So, there isn’t such a thing as a “one view” of a situation, except maybe the view that takes all views into consideration, which is what Systems Thinking is about (well, not only). So any change built around only one view of a situation is necessarily incomplete and doomed to fail. It may deal with the hard parts of the organization (7S of Organizational Change: Shared Value, Strategy, Structure, Systems, Staff, Style and Skills) but it cannot account for what’s needed from the people (soft part) impacted by the change, for the simple and most evident reason explained above: that they are all different from the people designing the change (background, experience, etc.).

At best, the change addresses the 6 of the 7S but will be short on the Staff (people) side (information, explanation, training, etc.). Of course, this can be taken into account and managed once the change has begun (just-in-time management of complaints), but there will be a negative debt that will need to be overcome.

At worst, the change plan will miss some crucial analysis and will fall flat once in deployment step, because it will just not be adapted to the requisite variety of the system it aims to change.

Today’s organizations are complex: lots of links, people and interactions to be taken into account that cannot fit into one (or even a few) people’s mind.

Indeed, most organizations today are managed from the complexity paradigm where top management gives some general strategies and lower levels of management and employees adapt it to the local requirements (local requisite variety) as they best know it because they work with it all day long. It may even be the case that management knows its limits: it can’t deal with the required variety of all the bits and pieces needed to run the strategy.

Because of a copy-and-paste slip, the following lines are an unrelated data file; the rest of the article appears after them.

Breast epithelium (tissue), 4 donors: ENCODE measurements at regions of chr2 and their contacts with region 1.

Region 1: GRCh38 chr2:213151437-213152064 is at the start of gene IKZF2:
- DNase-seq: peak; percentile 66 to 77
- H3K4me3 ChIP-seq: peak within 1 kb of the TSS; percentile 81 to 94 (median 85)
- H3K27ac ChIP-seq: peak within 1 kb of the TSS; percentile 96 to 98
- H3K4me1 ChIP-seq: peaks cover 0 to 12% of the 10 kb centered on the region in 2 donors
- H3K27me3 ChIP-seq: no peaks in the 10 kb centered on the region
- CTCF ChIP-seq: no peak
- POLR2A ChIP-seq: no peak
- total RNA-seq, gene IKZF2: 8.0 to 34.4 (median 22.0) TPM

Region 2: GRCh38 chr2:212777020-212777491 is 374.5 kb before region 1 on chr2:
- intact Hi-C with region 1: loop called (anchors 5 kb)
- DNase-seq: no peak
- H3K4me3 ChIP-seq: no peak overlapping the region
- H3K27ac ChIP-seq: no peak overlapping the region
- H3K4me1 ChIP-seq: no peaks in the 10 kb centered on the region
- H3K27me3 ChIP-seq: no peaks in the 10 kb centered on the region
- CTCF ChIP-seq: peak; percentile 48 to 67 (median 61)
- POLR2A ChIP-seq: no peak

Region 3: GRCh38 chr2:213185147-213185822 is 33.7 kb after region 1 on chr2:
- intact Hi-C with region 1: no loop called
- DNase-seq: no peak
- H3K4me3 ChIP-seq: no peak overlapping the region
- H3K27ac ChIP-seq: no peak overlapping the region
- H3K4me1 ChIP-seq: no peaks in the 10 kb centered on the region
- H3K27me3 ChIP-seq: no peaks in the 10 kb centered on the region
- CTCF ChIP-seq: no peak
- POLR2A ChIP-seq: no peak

Yet, curiously, when it comes to changing the organization, top management feels in control again and imagine it can decide for everything without consulting impacted people.

Now, speaking about it, it occurs to me that management sometimes doesn’t describes everything but people feel threatened by the lack of low-level description. Indeed, management would probably have imagined people taking charge of this lower level stuff by themselves, but it ends up that they don’t.

Which strikes back as “they resist” when it may very well be a case of “they’re used to checking their brain at the door because of past management behavior I had”. A strange thought that probably never occurs in top management’s heads…

Management resistance triggers people resistance

Lastly, coming back to the first idea of this article, a one view only of reality in management’s head is a sure way of triggering people’s resistance. A one view of reality (whether intended or not) surely violates the law of requisite variety but the more the manager will stick to it, the more it will trigger reactions in other people.

Complexity mandates agility to adapt to what emerges from the system. Rigidity increases hurdles. To influence a complex system, you have to dance with it, not try to control it.